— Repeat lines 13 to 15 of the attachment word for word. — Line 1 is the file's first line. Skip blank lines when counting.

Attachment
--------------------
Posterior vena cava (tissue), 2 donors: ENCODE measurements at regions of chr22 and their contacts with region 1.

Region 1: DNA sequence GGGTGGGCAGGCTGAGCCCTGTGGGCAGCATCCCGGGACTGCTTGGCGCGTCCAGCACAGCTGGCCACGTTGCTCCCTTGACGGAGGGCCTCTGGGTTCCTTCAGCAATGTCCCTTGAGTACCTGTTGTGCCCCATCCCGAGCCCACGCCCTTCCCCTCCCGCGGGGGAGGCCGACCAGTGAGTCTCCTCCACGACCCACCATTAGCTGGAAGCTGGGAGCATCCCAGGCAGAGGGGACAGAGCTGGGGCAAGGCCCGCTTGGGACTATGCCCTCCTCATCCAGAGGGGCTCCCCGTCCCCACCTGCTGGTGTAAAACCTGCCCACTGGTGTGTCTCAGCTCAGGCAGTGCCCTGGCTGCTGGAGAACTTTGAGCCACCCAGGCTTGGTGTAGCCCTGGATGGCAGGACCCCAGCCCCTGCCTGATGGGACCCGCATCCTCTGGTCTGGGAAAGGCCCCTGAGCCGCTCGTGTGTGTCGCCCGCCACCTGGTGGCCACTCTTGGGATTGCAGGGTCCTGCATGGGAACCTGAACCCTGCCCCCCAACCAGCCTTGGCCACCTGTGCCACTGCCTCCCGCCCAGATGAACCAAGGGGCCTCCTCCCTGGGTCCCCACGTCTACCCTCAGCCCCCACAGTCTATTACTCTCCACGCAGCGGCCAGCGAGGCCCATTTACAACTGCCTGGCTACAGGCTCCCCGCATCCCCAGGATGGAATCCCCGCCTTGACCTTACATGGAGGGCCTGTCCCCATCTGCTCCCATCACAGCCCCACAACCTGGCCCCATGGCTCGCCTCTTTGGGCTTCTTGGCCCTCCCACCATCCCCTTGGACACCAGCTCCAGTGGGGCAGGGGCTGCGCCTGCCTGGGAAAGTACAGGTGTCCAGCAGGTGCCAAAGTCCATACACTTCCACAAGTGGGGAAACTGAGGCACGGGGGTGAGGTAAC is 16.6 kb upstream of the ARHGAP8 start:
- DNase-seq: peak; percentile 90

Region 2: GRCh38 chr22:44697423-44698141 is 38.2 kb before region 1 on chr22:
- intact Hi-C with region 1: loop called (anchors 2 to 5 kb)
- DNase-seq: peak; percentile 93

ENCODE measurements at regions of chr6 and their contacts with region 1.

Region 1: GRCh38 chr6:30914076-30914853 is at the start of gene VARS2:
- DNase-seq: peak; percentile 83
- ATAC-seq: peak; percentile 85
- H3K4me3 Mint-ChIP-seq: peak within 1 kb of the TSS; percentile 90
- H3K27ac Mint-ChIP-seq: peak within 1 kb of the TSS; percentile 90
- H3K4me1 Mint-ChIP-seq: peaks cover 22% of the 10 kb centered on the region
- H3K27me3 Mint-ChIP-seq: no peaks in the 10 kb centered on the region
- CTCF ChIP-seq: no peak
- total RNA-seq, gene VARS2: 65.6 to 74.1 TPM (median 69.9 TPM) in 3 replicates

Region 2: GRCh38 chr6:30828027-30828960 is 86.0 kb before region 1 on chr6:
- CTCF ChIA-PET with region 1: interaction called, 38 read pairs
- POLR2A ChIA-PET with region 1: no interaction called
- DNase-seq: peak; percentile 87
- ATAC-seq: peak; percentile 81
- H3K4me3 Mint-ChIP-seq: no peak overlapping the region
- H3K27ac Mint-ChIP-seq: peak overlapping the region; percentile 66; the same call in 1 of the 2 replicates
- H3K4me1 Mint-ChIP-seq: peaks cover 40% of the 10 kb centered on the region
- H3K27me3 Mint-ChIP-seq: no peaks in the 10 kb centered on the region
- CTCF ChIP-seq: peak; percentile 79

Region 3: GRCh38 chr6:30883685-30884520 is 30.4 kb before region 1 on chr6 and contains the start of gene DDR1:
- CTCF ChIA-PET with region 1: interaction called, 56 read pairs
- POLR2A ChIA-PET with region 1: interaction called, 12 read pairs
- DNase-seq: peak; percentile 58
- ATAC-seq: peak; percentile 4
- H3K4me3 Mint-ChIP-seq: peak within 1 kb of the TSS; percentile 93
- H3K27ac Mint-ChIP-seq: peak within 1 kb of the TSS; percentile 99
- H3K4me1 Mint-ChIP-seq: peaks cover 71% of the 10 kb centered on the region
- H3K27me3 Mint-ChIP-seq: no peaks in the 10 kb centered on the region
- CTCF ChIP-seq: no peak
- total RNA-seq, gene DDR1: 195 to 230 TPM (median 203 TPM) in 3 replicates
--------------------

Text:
- H3K4me1 Mint-ChIP-seq: peaks cover 22% of the 10 kb centered on the region
- H3K27me3 Mint-ChIP-seq: no peaks in the 10 kb centered on the region
- CTCF ChIP-seq: no peak